It is definitely flattering and it is awesome to see our people out there. But on a show like this, for us it is just as cool to see people who have never heard us before and then to see them go off is great.

 

Normally Linkin Park puts together tours of very different styles of music, but both you and Coheed and Cambria seem to fit very well. I know there haven’t been that many shows, but how has the crowd reacted to your set thus far?
It has been awesome. We do signings every night and the lines have been crazy long and most of the kids are saying, “Wow, this was our first time ever hearing you and you guys are awesome. The show was great and we bought your CD.” Or something like that [laughing]. We were offered Australia but I am so glad we picked this tour because we have definitely broadened our crowd.

 

What I hear most often from fans of Chiodos are comments on musicianship and songwriting. How important are those two things to the band?
That is number 1 and 1A. We are not here to write pop songs. Most of us as musicians have been classically trained and take our musicianship very seriously as well.

 

You can listen to 20 songs and still not feel like you have a good grasp of what Chiodos is about. And I mean that as a compliment. Are there a lot of varying influences within the band and if so, does that make it harder to collaborate?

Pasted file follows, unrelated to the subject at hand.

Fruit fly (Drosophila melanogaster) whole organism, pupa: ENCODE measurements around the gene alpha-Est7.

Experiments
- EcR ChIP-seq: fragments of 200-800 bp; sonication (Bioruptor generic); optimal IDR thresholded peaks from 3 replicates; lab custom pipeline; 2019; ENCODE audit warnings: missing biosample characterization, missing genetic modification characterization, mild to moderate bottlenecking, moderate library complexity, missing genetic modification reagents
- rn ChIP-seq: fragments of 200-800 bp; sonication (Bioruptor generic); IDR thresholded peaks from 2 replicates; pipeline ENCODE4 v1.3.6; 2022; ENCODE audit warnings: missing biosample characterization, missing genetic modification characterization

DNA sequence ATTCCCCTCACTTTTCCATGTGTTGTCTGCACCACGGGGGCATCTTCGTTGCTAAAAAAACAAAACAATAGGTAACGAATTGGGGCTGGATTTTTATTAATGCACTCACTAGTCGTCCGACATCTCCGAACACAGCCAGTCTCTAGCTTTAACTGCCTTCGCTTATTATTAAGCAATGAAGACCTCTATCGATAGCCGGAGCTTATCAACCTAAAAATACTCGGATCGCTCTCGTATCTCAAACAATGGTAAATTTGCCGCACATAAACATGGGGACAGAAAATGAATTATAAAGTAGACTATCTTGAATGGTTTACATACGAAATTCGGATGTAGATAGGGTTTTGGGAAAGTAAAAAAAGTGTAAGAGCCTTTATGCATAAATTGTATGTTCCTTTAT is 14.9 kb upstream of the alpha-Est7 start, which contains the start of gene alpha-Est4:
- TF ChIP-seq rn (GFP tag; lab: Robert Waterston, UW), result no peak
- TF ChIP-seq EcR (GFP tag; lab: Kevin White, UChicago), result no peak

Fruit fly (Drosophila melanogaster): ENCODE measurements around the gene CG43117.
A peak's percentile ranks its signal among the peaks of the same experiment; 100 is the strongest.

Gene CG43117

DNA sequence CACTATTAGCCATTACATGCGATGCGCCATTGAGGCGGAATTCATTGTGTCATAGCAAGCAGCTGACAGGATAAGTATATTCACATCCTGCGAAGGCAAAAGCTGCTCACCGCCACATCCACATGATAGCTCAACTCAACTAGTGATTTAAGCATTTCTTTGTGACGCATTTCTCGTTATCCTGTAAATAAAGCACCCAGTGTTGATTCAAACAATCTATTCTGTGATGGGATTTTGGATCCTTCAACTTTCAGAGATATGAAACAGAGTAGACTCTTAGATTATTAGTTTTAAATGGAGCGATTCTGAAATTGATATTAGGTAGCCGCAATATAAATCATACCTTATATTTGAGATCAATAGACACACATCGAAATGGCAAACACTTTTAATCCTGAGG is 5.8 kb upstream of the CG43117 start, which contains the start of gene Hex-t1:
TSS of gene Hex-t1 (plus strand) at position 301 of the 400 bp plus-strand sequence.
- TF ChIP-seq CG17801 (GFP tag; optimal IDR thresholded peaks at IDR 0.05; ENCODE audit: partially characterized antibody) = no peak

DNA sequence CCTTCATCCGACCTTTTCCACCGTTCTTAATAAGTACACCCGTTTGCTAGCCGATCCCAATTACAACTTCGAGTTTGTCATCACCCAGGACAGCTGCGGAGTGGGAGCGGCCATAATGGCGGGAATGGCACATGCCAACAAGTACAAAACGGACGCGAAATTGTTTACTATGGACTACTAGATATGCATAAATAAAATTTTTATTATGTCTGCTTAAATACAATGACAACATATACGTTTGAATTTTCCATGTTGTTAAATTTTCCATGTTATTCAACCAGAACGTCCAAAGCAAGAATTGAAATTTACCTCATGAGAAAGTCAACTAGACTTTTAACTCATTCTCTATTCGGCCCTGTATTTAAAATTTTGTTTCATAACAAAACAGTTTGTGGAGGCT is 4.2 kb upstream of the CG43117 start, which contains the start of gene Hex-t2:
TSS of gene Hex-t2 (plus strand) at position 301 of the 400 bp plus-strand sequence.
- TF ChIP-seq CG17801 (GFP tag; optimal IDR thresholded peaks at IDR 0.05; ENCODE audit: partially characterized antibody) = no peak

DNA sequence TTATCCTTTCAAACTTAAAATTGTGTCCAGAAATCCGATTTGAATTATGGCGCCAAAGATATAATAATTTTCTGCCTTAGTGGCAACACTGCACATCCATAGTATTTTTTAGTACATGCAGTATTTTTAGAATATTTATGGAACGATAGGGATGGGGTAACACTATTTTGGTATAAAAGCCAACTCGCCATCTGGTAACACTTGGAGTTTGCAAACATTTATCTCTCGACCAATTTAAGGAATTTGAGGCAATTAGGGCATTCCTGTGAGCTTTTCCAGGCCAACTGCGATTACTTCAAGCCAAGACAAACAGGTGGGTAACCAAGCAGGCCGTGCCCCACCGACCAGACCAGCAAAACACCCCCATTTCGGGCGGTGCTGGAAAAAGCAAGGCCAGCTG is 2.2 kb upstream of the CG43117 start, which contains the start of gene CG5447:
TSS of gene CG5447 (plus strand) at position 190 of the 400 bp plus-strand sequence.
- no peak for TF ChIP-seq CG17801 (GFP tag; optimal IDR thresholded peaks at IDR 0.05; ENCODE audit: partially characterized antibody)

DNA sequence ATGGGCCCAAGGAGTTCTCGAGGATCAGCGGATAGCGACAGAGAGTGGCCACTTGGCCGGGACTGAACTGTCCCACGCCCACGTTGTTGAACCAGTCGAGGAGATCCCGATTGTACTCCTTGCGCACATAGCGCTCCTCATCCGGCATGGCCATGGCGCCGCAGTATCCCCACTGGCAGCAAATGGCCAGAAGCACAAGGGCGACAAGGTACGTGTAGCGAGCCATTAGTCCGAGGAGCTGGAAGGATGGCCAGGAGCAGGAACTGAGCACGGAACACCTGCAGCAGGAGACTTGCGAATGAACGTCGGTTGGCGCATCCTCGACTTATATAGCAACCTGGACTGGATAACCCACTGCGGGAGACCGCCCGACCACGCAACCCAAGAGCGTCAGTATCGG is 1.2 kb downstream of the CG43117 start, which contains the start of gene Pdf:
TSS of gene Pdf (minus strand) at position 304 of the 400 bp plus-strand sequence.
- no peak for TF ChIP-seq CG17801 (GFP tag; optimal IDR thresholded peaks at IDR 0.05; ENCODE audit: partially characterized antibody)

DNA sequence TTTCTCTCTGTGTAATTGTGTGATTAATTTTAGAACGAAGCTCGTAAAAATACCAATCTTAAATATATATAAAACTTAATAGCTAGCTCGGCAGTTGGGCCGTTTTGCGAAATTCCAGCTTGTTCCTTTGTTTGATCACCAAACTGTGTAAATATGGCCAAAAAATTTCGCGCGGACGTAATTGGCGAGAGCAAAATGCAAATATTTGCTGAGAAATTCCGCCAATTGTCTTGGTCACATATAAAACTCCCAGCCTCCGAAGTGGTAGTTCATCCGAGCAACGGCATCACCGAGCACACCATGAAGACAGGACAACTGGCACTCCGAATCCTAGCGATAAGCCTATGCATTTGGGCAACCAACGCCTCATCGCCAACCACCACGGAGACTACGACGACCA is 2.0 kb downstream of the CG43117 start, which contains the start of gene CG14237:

There are, but everyone understands what works best for the band and has the betterment of the band as top priority. If someone has an idea and we try it out and a majority doesn’t think it works, we will move on. It is very democratic I guess [laughing].

 

So never any fighting over songwriting?
No, actually. Everyone is pretty agreeable. I guess we are pretty boring. That does sound a bit creepy but there never really are any issues.

 

You mentioned turning down an Australia tour to tour with Linkin Park. You have been on Warped. Do you ever just have to stop and catch your breath?
It’s funny you would mention that, because I was just talking with my dad and he was telling me how proud he was of me and this band. And then you finally realize you are making a living off of what you really wanted to do. He was reminding me of what we have done over the past year or so and I was like, “Wow.” Because you can get so in the moment that you don’t sit down and soak it all in. So it was nice to just sit back for a little bit and appreciate it. But we still have a lot more we want to do as a band.

 

This band has also done that with no major label backing, no publicity machine and no generated hype. It really was one show at a time. Does that make it more satisfying for you?
Definitely, because we know we did this. I mean, we worked our asses off and I hate to pat ourselves on the back, but yeah, it is definitely satisfying.

 

And that work paid off in the cover of Alternative Press magazine. Not sure if you ever saw yourself as a cover model before, but any lingerie contracts on the horizon?


When I told my wife I was going to be on the cover in my underwear, she was like, “Really?” Nothing too exposing.

 

So did you go 80’s hair metal and pack anything extra?
No, I am fine. I should have thrown some socks or a cucumber down there.